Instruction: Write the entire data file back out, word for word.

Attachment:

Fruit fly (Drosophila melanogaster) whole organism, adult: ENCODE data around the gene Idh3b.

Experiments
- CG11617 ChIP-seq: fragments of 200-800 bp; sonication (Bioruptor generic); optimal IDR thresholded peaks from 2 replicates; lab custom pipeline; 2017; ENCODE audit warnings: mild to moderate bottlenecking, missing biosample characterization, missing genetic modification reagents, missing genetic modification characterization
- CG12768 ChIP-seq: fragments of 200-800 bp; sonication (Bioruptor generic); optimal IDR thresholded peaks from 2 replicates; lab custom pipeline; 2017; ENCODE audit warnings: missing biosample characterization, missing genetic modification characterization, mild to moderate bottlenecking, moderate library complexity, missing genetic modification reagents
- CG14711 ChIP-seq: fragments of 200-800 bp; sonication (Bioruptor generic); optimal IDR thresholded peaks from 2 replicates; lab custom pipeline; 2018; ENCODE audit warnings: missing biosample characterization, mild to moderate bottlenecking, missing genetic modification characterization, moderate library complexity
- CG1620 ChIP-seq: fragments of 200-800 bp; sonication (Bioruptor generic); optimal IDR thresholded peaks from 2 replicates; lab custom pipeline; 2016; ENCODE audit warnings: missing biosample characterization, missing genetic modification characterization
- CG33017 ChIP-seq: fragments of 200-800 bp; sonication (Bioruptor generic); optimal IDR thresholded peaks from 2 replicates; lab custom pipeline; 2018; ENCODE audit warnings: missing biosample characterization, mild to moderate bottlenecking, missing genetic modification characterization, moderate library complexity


Fruit fly (Drosophila melanogaster) whole organism, adult: ENCODE data around the gene Idh3b.

Experiments
- CG11617 ChIP-seq: fragments of 200-800 bp; sonication (Bioruptor generic); optimal IDR thresholded peaks from 2 replicates; lab custom pipeline; 2017; ENCODE audit warnings: mild to moderate bottlenecking, missing biosample characterization, missing genetic modification reagents, missing genetic modification characterization
- CG12768 ChIP-seq: fragments of 200-800 bp; sonication (Bioruptor generic); optimal IDR thresholded peaks from 2 replicates; lab custom pipeline; 2017; ENCODE audit warnings: missing biosample characterization, missing genetic modification characterization, mild to moderate bottlenecking, moderate library complexity, missing genetic modification reagents
- CG14711 ChIP-seq: fragments of 200-800 bp; sonication (Bioruptor generic); optimal IDR thresholded peaks from 2 replicates; lab custom pipeline; 2018; ENCODE audit warnings: missing biosample characterization, mild to moderate bottlenecking, missing genetic modification characterization, moderate library complexity
- CG1620 ChIP-seq: fragments of 200-800 bp; sonication (Bioruptor generic); optimal IDR thresholded peaks from 2 replicates; lab custom pipeline; 2016; ENCODE audit warnings: missing biosample characterization, missing genetic modification characterization
- CG33017 ChIP-seq: fragments of 200-800 bp; sonication (Bioruptor generic); optimal IDR thresholded peaks from 2 replicates; lab custom pipeline; 2018; ENCODE audit warnings: missing biosample characterization, mild to moderate bottlenecking, missing genetic modification characterization, moderate library complexity